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Middle East crisis: Hopes for ceasefire remain despite Hamas rejection of latest offer

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In Jerusalem, Washington and elsewhere, eyes are on Hamas as officials await how the group will respond to a U.S.-Israeli-backed ceasefire proposal in the Gaza Strip.

The proposal includes the release of hostages held by Hamas and Palestinian prisoners in Israel and the return of civilians to sparsely populated northern Gaza after nearly seven months of devastating war; it would also increase aid to the territory.

“Our position on the current negotiating document is negative,” Hamas spokesman Osama Hamdan said Wednesday.

But the Hamas press office later said his comments in an interview with Al Manar, a Lebanese television channel owned by Hamas ally Hezbollah, were not an outright rejection. The office said some changes would need to be made to get Hamas to agree, but did not specify what they would be but noted that negotiations would continue.

Secretary of State Antony Blinken made clear Hamas had a responsibility to accept the offer during a visit to Israel on Wednesday. “We are determined to achieve a ceasefire and get the hostages home, and do it now, and the only reason why we can’t do that is Hamas,” he said.

However, Israeli opposition leader Yair Lapid said Prime Minister Benjamin Netanyahu had “no political excuse” not to reach a deal soon.

Complex negotiations have dragged on for months, with each item changing and several others changing as well. To further complicate matters, Israel and the United States do not talk directly to Hamas, which they consider a terrorist organization, but instead communicate through Qatari and Egyptian officials who act as intermediaries.

One seemingly intractable sticking point is Israel’s planned ground offensive against Gaza’s southernmost city of Rafah, where about a million people have been taking refuge after being displaced from their homes elsewhere in the region.

“If the enemy carries out Operation Rafah, negotiations will stop,” Mr Hamdan told Mannar on Wednesday. “The resistance will not negotiate under fire.”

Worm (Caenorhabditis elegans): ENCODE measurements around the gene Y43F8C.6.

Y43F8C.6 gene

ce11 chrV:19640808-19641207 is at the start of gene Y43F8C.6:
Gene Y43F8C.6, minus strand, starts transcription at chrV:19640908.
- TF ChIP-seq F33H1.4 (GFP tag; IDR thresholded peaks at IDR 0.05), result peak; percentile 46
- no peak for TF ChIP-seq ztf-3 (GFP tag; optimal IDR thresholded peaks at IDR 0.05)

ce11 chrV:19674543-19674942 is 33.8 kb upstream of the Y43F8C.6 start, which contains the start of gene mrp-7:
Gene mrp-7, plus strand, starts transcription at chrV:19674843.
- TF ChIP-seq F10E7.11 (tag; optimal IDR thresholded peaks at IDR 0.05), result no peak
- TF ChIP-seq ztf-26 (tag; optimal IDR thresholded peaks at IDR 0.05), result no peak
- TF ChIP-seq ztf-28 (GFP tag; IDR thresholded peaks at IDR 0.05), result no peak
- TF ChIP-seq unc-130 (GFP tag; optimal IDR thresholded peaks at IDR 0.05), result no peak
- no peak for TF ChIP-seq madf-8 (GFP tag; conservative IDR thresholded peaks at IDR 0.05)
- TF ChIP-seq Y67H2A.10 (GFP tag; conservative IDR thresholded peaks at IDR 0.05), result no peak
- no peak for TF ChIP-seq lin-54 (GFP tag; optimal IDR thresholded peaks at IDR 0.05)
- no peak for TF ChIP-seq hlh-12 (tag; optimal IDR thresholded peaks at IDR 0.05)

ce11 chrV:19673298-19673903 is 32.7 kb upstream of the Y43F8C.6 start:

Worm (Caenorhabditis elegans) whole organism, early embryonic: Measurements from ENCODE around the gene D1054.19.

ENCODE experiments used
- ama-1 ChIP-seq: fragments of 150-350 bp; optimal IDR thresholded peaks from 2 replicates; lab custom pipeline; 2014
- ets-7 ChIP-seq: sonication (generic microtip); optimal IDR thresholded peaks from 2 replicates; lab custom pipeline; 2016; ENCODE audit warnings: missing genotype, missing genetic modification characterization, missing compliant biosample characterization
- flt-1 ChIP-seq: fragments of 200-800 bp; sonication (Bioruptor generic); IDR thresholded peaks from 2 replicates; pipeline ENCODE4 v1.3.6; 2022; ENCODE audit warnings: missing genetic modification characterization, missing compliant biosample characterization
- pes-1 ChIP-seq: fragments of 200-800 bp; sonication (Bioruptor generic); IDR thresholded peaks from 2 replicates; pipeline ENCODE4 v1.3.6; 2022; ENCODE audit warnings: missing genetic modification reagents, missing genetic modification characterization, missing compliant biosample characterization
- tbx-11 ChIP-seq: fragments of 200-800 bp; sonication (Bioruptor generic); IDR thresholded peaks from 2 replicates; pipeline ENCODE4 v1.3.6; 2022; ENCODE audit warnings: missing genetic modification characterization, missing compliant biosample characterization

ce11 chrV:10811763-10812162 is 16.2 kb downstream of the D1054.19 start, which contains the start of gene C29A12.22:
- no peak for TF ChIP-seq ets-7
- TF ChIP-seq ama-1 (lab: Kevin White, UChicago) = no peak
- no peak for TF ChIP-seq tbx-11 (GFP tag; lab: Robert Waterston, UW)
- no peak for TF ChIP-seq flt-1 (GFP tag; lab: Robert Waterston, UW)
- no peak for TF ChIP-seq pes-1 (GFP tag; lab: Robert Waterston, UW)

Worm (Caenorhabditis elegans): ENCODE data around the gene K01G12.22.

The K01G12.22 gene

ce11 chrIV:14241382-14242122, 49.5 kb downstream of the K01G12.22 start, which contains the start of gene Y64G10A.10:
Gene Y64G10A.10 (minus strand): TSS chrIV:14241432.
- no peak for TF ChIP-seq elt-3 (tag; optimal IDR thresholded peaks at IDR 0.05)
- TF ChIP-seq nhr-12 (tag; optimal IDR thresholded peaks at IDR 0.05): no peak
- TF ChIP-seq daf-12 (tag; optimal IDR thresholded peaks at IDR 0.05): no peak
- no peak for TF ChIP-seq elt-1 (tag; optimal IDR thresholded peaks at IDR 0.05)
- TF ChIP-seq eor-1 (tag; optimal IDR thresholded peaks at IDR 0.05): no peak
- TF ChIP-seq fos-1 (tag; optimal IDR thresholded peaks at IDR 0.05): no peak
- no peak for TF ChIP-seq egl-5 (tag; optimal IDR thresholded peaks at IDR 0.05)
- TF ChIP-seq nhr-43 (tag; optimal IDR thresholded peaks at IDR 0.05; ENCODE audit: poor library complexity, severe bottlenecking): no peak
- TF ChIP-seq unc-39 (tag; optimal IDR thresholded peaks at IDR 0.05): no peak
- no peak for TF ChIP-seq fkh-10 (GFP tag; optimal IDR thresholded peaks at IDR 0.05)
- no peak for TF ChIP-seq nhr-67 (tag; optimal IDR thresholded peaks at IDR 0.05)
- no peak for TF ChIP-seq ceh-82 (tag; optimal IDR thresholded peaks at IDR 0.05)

The Biden administration has pressured the Israeli government to abandon the idea of ​​a large-scale invasion of the city and instead rely on surgical operations to kill or capture Hamas leaders and fighters.

But Israeli officials have consistently stressed that the attack will happen. Far-right parties in Netanyahu’s coalition have signaled they will withdraw from the coalition if he calls off the offensive, which could bring about the collapse of the government and force new elections.

“With or without a deal, we will enter Rafah and eliminate the Hamas camp there to achieve total victory,” Netanyahu said in a statement released on Tuesday.

Hamas insists that any agreement would be a permanent ceasefire rather than a temporary cessation of fighting – a position that Israel rejects as Hamas bids for time to reassert itself as a governing and military force. The Biden administration hopes a six-week pause in the war could be the first step toward a lasting end to the fighting.

Israel softened some of its stance this week. It agreed to allow Palestinians to return en masse to northern Gaza during the first phase of the ceasefire. Israel has previously insisted on screening returnees and restricting their movement.

One Israeli official said there would be no checks or restrictions on people returning to the north, while another said there would be few if any restrictions, without elaborating. The officials spoke on condition of anonymity to share details of the proposal.

Israel also dropped its demand for Hamas to release 40 hostages, including female civilians and soldiers, as well as sick or elderly people, after Hamas said none of the 40 hostages were alive. The latest proposal lowers that number to 33. It’s unclear how many Palestinians Israel would be willing to release in exchange.

According to the Israeli government, some 250 people were kidnapped and taken back to Gaza during the October 7 Hamas-led attack on Israel. More than 100 people were released during a week-long ceasefire in November, and Israeli officials said they believed more than 30 people, possibly more, died.

Israel said the Oct. 7 attack killed about 1,200 people. Gaza health officials say subsequent Israeli bombing and incursions have killed more than 34,000 people and injured far more. Most of Gaza’s estimated 2.3 million people have been displaced and more than 1 million people are suffering from catastrophic food insecurity. According to the United Nations.

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